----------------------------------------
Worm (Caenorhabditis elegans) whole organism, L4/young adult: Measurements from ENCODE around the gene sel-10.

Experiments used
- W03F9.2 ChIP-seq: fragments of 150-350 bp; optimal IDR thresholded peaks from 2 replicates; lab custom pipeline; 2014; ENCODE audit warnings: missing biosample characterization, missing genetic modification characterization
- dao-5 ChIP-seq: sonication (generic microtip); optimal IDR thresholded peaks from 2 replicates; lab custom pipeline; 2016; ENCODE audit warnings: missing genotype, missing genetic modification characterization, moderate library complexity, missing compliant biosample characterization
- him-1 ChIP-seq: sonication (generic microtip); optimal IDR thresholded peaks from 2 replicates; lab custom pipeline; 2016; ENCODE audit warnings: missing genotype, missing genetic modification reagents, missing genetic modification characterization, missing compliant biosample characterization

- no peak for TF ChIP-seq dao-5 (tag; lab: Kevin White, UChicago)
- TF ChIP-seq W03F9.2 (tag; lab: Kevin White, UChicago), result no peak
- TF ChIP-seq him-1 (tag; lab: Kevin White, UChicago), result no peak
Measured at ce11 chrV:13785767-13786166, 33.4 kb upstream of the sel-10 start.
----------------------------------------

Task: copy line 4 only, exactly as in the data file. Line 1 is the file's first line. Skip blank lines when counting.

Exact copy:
- dao-5 ChIP-seq: sonication (generic microtip); optimal IDR thresholded peaks from 2 replicates; lab custom pipeline; 2016; ENCODE audit warnings: missing genotype, missing genetic modification characterization, moderate library complexity, missing compliant biosample characterization